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How do the British make money in Russia?

British capital in the Russian Federation in terms of the number of controlled companies is the most represented in the Construction sector (15.8% of all British enterprises), Wholesale trade (11.4%), and Real estate transactions (7%). The sectors of Transport and logistics (6%), IT (4.2%), Food industry (4.1%), and Finance (3.5%) are also prominent. Retail trade, Business services, and Management consulting round out the top ten.

 

Typically "industrial" sectors of the economy, such as Metallurgy, Mechanical engineering, Chemical industry, or Oil and gas, have relatively fewer companies with British shareholders. That may be due to historically high barriers to non-residents' access to strategic, highly profitable industries controlled by the pro-Kremlin oligarchic elite. Indeed, those industrial enterprises nominally under British control often have ultimate beneficiaries of Russian origin. They use British jurisdiction to structure their business within broad financial-industrial groups.

The twenty largest Russian companies whose owners have British residence registration

British equity capital in the Russian market is represented in various forms. A detailed analysis of investors indicates that a significant proportion of British subsidiaries in Russia are British only de jure because their nominal owners are residents of the United Kingdom. At the same time, these de facto shareholder companies often serve as a cover for international financial flows and complex chains of corporate rights, which ultimately lead to both Russian and various non-British beneficial owners.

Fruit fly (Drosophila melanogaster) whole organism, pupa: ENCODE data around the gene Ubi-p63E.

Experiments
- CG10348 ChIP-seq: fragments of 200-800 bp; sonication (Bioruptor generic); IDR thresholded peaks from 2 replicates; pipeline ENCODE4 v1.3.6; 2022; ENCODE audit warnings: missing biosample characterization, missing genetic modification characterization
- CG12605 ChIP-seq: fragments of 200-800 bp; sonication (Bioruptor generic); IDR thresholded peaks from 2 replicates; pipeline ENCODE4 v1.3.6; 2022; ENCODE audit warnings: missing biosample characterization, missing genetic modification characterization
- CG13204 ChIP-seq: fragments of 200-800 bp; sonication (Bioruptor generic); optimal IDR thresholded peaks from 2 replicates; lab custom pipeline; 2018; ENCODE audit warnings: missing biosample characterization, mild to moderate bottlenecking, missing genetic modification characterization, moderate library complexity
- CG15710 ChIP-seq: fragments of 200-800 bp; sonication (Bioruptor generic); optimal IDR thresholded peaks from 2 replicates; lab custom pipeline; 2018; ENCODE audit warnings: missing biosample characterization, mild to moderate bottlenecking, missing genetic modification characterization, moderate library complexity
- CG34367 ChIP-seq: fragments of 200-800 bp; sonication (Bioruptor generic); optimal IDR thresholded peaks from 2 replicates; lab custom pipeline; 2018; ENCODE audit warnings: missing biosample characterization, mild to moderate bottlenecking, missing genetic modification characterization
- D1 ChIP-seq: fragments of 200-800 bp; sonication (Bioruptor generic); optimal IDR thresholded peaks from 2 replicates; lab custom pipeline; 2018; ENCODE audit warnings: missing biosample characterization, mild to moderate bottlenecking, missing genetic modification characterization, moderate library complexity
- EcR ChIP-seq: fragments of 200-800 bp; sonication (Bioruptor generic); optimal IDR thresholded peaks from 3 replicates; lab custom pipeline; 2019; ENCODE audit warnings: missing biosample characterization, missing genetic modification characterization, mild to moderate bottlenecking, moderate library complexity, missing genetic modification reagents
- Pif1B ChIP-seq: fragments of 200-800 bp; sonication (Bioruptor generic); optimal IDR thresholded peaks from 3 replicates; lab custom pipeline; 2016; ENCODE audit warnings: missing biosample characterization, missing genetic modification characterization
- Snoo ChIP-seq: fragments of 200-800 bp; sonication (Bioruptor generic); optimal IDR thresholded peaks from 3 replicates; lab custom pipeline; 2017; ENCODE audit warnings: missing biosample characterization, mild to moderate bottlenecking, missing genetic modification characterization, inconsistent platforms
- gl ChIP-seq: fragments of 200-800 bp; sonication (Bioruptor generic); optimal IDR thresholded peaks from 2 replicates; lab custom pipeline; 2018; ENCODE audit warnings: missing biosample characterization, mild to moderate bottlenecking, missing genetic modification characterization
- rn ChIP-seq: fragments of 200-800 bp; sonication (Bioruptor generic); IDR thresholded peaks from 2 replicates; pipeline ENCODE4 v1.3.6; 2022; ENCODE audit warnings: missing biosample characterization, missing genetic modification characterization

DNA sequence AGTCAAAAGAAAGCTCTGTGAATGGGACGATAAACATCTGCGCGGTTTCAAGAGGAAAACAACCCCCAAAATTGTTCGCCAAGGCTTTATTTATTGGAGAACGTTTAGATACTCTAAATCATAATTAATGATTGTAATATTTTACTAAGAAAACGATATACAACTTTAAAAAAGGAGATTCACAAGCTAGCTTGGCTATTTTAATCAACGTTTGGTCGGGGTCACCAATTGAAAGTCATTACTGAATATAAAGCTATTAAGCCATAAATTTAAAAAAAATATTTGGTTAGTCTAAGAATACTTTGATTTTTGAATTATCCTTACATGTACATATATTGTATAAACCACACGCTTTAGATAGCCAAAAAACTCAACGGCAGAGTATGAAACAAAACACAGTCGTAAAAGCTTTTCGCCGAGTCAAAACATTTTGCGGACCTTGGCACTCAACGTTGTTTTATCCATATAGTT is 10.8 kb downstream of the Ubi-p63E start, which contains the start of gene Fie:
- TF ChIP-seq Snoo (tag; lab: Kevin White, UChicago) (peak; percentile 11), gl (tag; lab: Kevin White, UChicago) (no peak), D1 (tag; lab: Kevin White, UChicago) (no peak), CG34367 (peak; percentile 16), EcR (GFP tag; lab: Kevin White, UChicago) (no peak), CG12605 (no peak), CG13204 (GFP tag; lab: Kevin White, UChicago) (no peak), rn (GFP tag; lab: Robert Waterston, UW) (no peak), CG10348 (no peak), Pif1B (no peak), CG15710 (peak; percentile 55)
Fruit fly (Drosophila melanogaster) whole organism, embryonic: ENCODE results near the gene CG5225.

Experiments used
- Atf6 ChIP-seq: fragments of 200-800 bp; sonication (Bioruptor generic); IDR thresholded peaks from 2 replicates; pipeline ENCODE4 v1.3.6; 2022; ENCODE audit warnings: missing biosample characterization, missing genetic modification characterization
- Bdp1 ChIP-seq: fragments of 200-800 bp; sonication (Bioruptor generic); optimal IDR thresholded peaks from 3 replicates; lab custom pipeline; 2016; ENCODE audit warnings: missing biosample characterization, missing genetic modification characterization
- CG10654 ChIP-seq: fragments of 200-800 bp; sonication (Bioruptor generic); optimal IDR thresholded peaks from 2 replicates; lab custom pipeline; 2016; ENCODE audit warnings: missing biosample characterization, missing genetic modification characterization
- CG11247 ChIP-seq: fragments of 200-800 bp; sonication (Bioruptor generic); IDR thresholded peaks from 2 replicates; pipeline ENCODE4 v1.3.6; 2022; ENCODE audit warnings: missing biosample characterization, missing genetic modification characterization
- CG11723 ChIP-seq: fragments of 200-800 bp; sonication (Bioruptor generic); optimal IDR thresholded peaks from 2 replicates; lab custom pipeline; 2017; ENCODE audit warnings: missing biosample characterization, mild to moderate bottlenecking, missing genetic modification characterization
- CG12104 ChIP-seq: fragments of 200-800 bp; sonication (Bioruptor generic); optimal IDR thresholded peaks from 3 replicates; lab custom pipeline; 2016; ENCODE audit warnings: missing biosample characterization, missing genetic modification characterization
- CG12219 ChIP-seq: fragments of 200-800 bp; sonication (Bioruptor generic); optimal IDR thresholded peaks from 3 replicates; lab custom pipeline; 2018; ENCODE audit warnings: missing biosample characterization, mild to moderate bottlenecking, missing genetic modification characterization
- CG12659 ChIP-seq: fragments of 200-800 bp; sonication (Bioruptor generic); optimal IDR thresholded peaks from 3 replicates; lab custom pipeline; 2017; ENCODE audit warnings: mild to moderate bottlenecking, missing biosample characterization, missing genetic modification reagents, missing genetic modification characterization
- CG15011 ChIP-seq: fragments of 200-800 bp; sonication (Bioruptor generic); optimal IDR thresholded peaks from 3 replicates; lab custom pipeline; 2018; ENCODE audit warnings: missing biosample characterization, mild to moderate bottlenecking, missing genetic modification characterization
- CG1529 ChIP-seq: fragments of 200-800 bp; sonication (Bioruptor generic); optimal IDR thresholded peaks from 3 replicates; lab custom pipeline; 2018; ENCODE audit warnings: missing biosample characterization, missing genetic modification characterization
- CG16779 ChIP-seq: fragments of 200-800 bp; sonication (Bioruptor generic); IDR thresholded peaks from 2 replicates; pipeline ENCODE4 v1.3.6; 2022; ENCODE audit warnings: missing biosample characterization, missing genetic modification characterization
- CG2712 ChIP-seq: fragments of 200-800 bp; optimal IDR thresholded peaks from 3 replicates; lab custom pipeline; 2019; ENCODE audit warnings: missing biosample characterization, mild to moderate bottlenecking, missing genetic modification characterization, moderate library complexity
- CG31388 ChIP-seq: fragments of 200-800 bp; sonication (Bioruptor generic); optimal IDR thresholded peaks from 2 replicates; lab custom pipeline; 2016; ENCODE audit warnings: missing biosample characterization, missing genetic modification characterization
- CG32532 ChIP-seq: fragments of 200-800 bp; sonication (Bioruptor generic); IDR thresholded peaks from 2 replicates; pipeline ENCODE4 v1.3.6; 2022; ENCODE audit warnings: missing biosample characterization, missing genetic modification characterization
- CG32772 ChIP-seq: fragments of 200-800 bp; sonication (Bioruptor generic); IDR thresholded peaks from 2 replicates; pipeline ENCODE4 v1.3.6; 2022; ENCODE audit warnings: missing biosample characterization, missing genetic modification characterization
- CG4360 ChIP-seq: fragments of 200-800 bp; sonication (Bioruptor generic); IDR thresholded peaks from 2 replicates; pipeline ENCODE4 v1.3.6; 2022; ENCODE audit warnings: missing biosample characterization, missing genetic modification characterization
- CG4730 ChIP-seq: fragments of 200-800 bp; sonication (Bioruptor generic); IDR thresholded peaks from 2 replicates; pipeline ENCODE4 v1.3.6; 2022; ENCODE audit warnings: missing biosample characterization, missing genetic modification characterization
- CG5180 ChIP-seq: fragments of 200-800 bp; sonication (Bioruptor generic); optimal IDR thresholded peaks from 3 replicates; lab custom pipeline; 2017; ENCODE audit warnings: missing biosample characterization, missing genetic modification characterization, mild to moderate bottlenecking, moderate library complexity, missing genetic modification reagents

Among the Top 20 companies by the amount of authorized capital with nominal British shareholder control, none was found to be 100% British. That confirms the "transient nature" of British share ownership over Russian companies. Therefore, for a more representative analysis of the presence of British shareholders in the Russian market, let us consider the Top 20 companies exclusively with majority owners having a British "residence registration".

 

A significant proportion of British shareholding companies have signs of so-called "shell companies". Three British companies that are nominal owners of Russian assets from the Top 20 turned out to be controlled by Russians.

The research revealed that some British companies that own Russian assets have beneficiaries from such jurisdictions as South Africa, the USA, Ireland, Austria, Italy, and Switzerland.